Device that detects potholes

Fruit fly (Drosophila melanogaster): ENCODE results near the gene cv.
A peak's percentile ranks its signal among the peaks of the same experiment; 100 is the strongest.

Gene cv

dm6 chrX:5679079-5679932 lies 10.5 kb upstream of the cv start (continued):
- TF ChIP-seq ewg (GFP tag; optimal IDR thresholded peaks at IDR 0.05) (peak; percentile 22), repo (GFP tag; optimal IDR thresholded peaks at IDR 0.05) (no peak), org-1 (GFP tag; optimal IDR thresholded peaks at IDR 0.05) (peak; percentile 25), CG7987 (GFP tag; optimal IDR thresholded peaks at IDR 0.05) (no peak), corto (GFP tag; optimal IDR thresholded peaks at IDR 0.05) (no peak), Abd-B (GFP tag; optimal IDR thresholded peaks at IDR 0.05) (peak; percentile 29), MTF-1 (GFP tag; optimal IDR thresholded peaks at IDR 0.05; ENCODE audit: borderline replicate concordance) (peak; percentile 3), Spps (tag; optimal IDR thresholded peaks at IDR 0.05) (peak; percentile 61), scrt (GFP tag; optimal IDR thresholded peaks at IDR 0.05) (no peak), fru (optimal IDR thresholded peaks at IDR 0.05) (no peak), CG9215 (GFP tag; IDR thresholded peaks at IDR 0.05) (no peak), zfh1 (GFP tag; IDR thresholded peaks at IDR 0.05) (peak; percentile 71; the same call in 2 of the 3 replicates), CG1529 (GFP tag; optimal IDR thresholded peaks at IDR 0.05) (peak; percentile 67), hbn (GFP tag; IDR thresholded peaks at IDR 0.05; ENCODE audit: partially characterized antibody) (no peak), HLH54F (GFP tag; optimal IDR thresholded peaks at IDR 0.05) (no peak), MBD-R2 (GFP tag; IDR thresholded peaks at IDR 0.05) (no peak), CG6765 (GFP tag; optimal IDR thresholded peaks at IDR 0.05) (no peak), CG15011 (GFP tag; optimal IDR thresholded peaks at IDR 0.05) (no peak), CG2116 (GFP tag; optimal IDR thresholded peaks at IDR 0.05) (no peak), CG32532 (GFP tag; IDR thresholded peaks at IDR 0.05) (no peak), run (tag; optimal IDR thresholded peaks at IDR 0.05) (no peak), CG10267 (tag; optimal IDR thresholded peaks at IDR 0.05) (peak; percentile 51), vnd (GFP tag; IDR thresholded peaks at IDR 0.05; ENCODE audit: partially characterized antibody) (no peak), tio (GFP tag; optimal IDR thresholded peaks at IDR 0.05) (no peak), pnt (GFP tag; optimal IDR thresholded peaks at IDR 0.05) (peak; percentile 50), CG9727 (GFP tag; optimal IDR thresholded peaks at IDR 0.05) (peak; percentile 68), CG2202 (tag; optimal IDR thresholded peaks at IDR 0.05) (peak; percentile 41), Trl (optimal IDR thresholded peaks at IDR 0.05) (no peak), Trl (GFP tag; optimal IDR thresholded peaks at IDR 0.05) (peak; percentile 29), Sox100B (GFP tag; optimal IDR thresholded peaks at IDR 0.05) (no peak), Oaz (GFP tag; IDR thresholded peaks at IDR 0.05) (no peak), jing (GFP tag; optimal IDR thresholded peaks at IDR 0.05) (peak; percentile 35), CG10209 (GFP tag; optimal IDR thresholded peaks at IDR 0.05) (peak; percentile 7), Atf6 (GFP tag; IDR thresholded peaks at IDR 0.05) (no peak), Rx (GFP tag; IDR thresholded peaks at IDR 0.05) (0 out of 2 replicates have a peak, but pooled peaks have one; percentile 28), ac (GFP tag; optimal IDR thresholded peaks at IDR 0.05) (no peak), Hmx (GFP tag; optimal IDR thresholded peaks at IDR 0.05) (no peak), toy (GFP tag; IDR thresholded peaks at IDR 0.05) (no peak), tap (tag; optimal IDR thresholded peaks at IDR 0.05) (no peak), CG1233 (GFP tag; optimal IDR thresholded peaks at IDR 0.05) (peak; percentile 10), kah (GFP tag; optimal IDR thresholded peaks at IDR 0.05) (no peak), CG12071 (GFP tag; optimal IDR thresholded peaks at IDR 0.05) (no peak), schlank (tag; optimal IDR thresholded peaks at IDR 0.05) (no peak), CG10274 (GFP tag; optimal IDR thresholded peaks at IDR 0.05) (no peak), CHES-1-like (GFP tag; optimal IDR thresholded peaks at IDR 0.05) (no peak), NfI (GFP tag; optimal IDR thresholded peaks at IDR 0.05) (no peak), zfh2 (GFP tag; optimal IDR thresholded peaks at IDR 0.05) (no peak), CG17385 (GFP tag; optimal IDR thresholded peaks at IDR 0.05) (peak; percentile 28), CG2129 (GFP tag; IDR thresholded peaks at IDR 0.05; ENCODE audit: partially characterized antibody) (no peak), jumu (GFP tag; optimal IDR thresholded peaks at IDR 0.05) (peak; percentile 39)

Potholes damage roads and vehicles during the winter and cause poor driving conditions. It costs large sums of money for cities to repair the infrastructure and car owners to repair damage to their vehicles. The Agawam High School InvenTeam decided to create a device that detects potential potholes before they become problematic and preserves existing roads by filling abscesses that would become potholes. The team's invention, the Road Iron, is a culmination of radar, mechanics, electronics and chemistry. It uses a Ground Penetrating Radar (GPR) system mounted on the front of a vehicle to sense the presence of water deposits, which cause potholes. When the Road Iron senses water deposits, it electronically marks the pockets, drills them with the drilling device, and fills them with the filling device. The Agawam High School InvenTeam wanted to create the Road Iron to benefit its community. The team contacted GeoPhysical Survey Systems Inc. to learn more about GPR units. Kenneth Corcoran, in GSSI Applications, explained to the team how essential test beds were for experimentation. The team researched different types of filling methods and decided on filler to use for the prevention and repair of potholes. It contacted the town highway department, town engineer, and school superintendent to obtain permission to build an official test bed on school grounds, following the proper specifications. The test bed was used to examine abnormalities in the road surface. After a series of tests, the students began construction of the Road Iron. They also worked to apply for a patent and began brainstorming the marketing process.